How to: Localize an application

This tutorial explains how to create a localized application by using the LocBaml tool.

Note

The LocBaml tool is not a production-ready application. It is presented as a sample that uses some of the localization APIs and illustrates how you might write a localization tool.

Overview

This article gives you a step-by-step approach to localizing an application. First, you prepare your application so that the text that will be translated can be extracted. After the text is translated, you merge the translated text into a new copy of the original application.

Create a sample application

In this step, you prepare your app for localization. In the Windows Presentation Foundation (WPF) samples, a HelloApp sample is supplied that will be used for the code examples in this discussion. If you would like to use this sample, download the Extensible Application Markup Language (XAML) files from the LocBaml Tool Sample.

  1. Develop your application to the point where you want to start localization.

  2. Specify the development language in the project file so that MSBuild generates a main assembly and a satellite assembly (a file with the .resources.dll extension) to contain the neutral language resources. The project file in the HelloApp sample is HelloApp.csproj. In that file, you will find the development language identified as follows:

    <UICulture>en-US</UICulture>

  3. Add Uids to your XAML files. Uids are used to keep track of changes to files and to identify items that must be translated. To add Uids to your files, run updateuid on your project file:

    msbuild -t:updateuid helloapp.csproj

    To verify that you have no missing or duplicate Uids, run checkuid:

    msbuild -t:checkuid helloapp.csproj

    After running updateuid, your files should contain Uids. For example, in the Pane1.xaml file of HelloApp, you should find the following:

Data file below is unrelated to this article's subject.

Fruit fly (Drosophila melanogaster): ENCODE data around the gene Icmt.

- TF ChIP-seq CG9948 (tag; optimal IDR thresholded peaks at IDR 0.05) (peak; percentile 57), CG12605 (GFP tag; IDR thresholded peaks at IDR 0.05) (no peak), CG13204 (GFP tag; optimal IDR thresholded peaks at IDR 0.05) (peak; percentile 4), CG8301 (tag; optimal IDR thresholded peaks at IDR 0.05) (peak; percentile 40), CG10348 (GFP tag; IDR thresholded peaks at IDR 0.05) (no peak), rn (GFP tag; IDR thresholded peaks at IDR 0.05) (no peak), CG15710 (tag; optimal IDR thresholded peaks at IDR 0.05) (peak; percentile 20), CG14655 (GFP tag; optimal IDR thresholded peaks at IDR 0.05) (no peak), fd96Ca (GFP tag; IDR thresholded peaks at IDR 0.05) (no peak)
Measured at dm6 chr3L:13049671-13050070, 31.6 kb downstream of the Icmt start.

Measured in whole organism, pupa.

<StackPanel x:Uid="StackPanel_1">
      <TextBlock x:Uid="TextBlock_1">Hello World</TextBlock>
      <TextBlock x:Uid="TextBlock_2">Goodbye World</TextBlock>
    </StackPanel>
    

Create the neutral-language resources satellite assembly

After the application is configured to generate a neutral-language resources satellite assembly, you build the application. This generates the main application assembly as well as the neutral-language resources satellite assembly that's required by LocBaml for localization.

To build the application:

  1. Compile HelloApp to create a dynamic-link library (DLL):

    msbuild helloapp.csproj

  2. The newly created main application assembly, HelloApp.exe, is created in the following folder: C:\HelloApp\Bin\Debug

  3. The newly created neutral-language resources satellite assembly, HelloApp.resources.dll, is created in the following folder: C:\HelloApp\Bin\Debug\en-US

Build the LocBaml tool

  1. All the files necessary to build LocBaml are located in the WPF samples. Download the C# files from the LocBaml Tool Sample.

  2. From the command line, run the project file (locbaml.csproj) to build the tool:

    msbuild locbaml.csproj

  3. Go to the Bin\Release directory to find the newly created executable file (locbaml.exe). Example: C:\LocBaml\Bin\Release\locbaml.exe

  4. The options that you can specify when you run LocBaml are as follows.

    Option Description
    parse or -p Parses Baml, resources, or DLL files to generate a .csv or .txt file.
    generate or -g Generates a localized binary file by using a translated file.
    out or -o {filedirectory] Output file name.
    culture or -cul {culture] Locale of output assemblies.
    translation or -trans {translation.csv] Translated or localized file.
    asmpath or -asmpath {filedirectory] If your XAML code contains custom controls, you must supply the asmpath to the custom control assembly.
    nologo Displays no logo or copyright information.
    verbose Displays verbose mode information.

    Note

    If you need a list of the options when you are running the tool, enter LocBaml.exe and then press Enter.

Use LocBaml to parse a file

Now that you have created the LocBaml tool, you are ready to use it to parse HelloApp.resources.dll to extract the text content that will be localized.

  1. Copy LocBaml.exe to your application's bin\debug folder, where the main application assembly was created.

  2. To parse the satellite assembly file and store the output as a .csv file, use the following command:

    LocBaml.exe /parse HelloApp.resources.dll /out:Hello.csv

    Note

    If the input file, HelloApp.resources.dll, is not in the same directory as LocBaml.exe move one of the files so that both files are in the same directory.

  3. When you run LocBaml to parse files, the output consists of seven fields delimited by commas (.csv files) or tabs (.txt files). The following shows the parsed .csv file for the HelloApp.resources.dll:

    HelloApp.g.en-US.resources:window1.baml,Stack1:System.Windows.Controls.StackPanel.$Content,Ignore,FALSE, FALSE,,#Text1;#Text2;
    HelloApp.g.en-US.resources:window1.baml,Text1:System.Windows.Controls.TextBlock.$Content,None,TRUE, TRUE,,Hello World